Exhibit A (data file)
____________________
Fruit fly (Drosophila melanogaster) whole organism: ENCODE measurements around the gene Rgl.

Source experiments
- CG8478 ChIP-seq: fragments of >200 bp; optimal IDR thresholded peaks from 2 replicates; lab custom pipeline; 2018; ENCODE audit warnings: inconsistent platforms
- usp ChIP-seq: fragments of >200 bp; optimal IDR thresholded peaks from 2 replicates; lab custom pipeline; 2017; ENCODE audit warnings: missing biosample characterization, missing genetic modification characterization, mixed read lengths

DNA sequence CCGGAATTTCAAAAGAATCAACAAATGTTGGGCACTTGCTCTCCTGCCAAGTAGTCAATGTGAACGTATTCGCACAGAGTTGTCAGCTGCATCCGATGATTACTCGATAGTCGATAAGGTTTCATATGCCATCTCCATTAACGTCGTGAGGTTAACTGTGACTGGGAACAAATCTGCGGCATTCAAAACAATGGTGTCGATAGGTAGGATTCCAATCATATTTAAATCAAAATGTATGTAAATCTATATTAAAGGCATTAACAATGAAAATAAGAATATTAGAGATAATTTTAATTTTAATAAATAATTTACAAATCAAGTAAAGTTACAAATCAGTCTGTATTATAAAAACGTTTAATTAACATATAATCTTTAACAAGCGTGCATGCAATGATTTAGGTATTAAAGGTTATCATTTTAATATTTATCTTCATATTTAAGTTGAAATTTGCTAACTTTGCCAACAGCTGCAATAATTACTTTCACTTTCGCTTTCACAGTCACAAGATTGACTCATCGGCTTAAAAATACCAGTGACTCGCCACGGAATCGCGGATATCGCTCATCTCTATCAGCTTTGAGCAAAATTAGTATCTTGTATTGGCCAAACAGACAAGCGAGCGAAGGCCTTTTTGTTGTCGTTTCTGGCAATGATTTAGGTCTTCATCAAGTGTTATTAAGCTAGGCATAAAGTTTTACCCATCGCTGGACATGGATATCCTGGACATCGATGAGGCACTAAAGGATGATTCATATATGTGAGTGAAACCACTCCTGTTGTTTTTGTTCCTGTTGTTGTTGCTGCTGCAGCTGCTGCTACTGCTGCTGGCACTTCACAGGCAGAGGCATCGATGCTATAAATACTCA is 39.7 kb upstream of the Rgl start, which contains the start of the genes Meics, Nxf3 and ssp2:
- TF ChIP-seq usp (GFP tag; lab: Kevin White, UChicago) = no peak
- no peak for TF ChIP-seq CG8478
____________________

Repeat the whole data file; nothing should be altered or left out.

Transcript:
Fruit fly (Drosophila melanogaster) whole organism: ENCODE measurements around the gene Rgl.

Source experiments
- CG8478 ChIP-seq: fragments of >200 bp; optimal IDR thresholded peaks from 2 replicates; lab custom pipeline; 2018; ENCODE audit warnings: inconsistent platforms
- usp ChIP-seq: fragments of >200 bp; optimal IDR thresholded peaks from 2 replicates; lab custom pipeline; 2017; ENCODE audit warnings: missing biosample characterization, missing genetic modification characterization, mixed read lengths

DNA sequence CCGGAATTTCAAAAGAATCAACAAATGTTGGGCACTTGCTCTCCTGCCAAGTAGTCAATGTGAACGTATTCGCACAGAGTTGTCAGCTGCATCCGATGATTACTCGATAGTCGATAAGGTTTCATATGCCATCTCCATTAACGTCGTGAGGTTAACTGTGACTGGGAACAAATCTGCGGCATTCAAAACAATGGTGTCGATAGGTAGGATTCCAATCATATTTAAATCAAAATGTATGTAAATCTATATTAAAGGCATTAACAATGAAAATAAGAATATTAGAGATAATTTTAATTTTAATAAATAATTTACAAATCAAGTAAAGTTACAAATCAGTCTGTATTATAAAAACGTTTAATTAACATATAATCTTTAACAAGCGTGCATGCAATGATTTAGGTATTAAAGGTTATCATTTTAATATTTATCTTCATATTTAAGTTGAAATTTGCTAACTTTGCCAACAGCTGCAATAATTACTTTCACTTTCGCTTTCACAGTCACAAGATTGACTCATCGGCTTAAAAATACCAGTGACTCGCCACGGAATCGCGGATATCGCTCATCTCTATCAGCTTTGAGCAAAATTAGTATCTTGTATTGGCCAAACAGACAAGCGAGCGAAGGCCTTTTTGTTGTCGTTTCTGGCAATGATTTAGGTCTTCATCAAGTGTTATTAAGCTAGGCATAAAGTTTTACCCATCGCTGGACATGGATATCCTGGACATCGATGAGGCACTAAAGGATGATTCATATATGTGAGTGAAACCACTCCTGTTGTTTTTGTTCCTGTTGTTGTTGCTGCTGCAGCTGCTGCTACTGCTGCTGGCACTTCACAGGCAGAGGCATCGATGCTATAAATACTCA is 39.7 kb upstream of the Rgl start, which contains the start of the genes Meics, Nxf3 and ssp2:
- TF ChIP-seq usp (GFP tag; lab: Kevin White, UChicago) = no peak
- no peak for TF ChIP-seq CG8478